Peter Beyer

Professeur, Département d’études anciennes et de sciences des religions, Université d’Ottawa

Peter Beyer is professor of religious studies (sociology of religion) at the University of Ottawa, Canada. Currently, his major areas of expertise include religion and globalization, sociological theory of religion, religion and migration, and religion in contemporary Canada, especially as concerns the religious diversity that has resulted from post-1970 immigration. His publications include Religion and Globalization (Sage, 1994), Religions in Global Society (Routledge, 2006), Religion in the Context of Globalization (Routledge, 2013), and Growing Up Canadian: Muslims, Hindus, Buddhists (ed. With Rubina Ramji, McGill-Queen’s, 2013), as well as around 70 articles and chapters in scholarly journals and edited volumes. He is currently completing research projects on the construction of religious identity and religious diversity in Canada, as well as developing further theory on religious transformation in contemporary global society.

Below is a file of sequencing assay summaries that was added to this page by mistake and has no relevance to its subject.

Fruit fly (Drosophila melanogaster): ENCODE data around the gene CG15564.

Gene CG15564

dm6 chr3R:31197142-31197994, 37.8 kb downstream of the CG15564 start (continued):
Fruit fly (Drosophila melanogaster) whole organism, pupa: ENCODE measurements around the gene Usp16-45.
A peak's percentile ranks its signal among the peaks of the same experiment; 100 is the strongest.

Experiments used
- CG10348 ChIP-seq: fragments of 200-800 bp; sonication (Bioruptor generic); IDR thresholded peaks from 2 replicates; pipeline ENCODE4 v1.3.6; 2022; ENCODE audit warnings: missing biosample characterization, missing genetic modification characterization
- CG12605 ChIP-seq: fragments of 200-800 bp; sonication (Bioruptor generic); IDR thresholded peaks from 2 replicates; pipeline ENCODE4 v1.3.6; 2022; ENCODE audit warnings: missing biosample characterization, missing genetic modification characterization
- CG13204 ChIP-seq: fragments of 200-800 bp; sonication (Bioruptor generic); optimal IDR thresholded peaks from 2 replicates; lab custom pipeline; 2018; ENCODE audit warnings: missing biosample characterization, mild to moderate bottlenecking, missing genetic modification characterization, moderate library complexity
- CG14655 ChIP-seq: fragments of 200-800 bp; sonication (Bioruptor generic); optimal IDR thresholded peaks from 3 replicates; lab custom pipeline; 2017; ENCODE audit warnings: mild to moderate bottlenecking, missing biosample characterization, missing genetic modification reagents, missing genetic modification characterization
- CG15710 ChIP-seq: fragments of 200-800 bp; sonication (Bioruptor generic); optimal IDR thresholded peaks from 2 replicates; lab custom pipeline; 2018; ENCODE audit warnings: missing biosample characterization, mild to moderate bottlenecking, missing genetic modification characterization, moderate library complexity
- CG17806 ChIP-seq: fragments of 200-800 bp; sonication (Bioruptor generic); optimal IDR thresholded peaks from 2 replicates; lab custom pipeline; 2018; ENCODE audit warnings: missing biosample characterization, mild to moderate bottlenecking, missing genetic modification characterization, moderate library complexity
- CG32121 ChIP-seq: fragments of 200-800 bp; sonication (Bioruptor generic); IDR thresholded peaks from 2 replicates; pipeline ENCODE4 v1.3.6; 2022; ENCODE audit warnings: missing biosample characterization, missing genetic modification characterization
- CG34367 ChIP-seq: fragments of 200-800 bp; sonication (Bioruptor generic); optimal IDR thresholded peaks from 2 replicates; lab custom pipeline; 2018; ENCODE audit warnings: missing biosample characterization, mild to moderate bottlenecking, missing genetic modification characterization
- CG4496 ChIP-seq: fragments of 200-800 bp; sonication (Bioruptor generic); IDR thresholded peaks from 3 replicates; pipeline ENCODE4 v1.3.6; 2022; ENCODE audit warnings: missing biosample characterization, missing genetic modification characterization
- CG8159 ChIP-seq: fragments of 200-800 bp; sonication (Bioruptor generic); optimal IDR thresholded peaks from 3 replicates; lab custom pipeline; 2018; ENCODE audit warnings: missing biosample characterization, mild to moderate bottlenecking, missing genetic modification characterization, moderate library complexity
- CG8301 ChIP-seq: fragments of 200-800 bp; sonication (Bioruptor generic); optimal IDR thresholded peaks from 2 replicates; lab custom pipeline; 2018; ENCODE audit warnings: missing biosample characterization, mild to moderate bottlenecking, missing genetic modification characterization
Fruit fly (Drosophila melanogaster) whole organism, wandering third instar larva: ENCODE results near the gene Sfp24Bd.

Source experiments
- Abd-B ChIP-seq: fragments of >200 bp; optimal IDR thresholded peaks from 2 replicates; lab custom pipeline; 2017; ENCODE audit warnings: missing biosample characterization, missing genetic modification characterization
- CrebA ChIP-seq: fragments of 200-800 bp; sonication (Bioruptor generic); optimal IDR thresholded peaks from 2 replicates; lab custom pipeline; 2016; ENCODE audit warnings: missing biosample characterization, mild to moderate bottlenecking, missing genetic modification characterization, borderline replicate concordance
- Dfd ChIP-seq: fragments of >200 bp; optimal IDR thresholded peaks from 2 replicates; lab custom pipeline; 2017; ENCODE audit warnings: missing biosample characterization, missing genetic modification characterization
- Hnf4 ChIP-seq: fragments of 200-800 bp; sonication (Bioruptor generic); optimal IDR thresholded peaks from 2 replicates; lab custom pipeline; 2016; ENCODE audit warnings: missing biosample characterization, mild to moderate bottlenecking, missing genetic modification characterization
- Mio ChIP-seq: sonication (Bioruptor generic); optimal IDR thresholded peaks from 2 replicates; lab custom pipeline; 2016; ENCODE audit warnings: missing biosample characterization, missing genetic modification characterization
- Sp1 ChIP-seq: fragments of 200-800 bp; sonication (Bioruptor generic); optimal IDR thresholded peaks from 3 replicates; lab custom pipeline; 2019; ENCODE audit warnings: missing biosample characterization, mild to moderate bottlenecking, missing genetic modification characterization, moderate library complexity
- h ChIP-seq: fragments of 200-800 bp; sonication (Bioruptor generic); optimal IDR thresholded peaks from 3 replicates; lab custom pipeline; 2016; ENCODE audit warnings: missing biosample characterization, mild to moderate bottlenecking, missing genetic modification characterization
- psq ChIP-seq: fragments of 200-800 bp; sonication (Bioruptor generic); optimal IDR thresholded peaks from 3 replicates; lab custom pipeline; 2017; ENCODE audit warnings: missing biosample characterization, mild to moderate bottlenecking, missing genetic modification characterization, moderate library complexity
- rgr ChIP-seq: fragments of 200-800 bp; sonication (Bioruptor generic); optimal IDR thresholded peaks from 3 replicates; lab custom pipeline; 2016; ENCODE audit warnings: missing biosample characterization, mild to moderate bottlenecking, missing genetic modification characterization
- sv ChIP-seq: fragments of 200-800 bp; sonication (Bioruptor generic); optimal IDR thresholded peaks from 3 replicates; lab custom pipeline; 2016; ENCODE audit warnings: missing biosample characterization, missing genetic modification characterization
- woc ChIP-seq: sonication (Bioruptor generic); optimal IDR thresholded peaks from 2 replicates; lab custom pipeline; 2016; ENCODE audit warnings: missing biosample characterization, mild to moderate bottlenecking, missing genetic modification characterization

Ten Years After: Increasing Diversity, Same Problems?

This paper revisits the question of what role commissions such as the Bouchard-Taylor Commission have in ‘dealing with the problem of diversity’ in Western countries. The analysis presented will proceed by briefly looking at select national contexts with respect to diversity over the (roughly) 15-20 year period from the late 1990s to the late 20-teens, looking specifically at how increases in diversity (including religious diversity) have correlated with public discourse about that diversity. The aim will be to see whether increase and complexification of actual diversity can be traced in transformations in the public discourse about that diversity, including as manifested in commissions. The working hypothesis that will thus be explored is that the two, actual (religious) diversity and ‘talk about’ diversity have little to do with one another in the sense that they will vary independently. This hypothesis expressly picks up on the conclusion of the Bouchard-Taylor Report that the ‘problem’ is much more one of ‘perception’ than it is real.

Ce contenu a été mis à jour le 18 mai 2017 à 13 h 43 min.